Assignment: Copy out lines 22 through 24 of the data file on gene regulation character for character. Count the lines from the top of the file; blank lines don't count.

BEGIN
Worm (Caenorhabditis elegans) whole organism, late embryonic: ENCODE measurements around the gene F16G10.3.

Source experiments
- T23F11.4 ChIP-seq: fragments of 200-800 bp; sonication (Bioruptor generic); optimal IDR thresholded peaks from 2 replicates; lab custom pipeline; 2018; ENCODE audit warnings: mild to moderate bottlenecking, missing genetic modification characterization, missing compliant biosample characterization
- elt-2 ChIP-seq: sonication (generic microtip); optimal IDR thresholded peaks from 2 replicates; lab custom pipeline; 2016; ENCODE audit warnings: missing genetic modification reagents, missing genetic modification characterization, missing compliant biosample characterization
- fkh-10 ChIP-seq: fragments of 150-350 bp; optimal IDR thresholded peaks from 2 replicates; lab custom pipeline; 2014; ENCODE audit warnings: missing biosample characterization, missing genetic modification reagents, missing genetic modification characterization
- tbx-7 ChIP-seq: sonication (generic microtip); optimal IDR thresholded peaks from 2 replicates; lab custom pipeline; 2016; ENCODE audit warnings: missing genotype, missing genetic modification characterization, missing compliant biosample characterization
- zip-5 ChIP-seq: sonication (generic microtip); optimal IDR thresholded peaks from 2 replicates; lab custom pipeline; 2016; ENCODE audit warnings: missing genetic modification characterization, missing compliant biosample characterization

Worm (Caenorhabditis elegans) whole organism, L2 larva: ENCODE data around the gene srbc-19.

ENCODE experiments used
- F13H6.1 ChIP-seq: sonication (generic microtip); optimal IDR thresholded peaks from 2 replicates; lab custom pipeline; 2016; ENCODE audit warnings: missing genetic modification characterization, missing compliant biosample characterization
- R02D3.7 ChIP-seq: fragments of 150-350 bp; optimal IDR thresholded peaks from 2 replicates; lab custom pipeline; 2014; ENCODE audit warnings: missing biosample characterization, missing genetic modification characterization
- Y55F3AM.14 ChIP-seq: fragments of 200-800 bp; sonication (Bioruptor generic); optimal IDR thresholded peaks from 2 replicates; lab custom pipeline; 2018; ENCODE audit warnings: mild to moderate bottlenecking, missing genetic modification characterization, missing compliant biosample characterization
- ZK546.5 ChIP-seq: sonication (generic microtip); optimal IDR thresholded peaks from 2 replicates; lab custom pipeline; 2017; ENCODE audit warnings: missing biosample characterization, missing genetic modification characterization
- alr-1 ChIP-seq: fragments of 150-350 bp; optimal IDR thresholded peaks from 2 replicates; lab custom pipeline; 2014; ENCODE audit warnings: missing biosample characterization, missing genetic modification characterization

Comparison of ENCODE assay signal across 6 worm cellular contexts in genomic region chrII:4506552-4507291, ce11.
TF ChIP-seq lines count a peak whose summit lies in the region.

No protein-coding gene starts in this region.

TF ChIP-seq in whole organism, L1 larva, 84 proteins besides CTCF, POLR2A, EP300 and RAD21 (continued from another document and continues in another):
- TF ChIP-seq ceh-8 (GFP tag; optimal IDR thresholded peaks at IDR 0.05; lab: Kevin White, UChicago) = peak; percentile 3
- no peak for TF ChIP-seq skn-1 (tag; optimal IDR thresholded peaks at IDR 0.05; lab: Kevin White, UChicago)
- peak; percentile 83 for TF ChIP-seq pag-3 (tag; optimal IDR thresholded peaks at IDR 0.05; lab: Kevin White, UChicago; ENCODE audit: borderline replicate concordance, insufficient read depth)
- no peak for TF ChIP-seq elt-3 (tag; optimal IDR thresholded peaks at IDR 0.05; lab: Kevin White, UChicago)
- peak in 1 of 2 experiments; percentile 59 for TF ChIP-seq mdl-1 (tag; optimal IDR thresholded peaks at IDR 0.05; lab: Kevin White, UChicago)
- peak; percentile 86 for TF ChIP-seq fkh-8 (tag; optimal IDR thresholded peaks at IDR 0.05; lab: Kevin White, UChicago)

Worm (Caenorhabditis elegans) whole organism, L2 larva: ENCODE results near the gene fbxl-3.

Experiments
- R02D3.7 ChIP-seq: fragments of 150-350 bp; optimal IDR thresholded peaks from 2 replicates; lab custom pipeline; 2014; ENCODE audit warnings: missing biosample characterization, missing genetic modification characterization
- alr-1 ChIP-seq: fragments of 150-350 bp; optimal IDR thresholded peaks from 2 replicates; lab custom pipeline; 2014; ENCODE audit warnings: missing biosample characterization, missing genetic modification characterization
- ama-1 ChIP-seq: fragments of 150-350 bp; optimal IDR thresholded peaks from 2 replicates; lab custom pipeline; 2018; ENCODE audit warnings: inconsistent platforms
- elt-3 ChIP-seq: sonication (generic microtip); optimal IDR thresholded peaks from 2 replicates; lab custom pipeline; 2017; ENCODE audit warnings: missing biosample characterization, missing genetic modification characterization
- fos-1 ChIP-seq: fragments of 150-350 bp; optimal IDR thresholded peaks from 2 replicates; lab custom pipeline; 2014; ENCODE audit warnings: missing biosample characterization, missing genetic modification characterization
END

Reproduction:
- no peak for TF ChIP-seq elt-3 (tag; optimal IDR thresholded peaks at IDR 0.05; lab: Kevin White, UChicago)
- peak in 1 of 2 experiments; percentile 59 for TF ChIP-seq mdl-1 (tag; optimal IDR thresholded peaks at IDR 0.05; lab: Kevin White, UChicago)
- peak; percentile 86 for TF ChIP-seq fkh-8 (tag; optimal IDR thresholded peaks at IDR 0.05; lab: Kevin White, UChicago)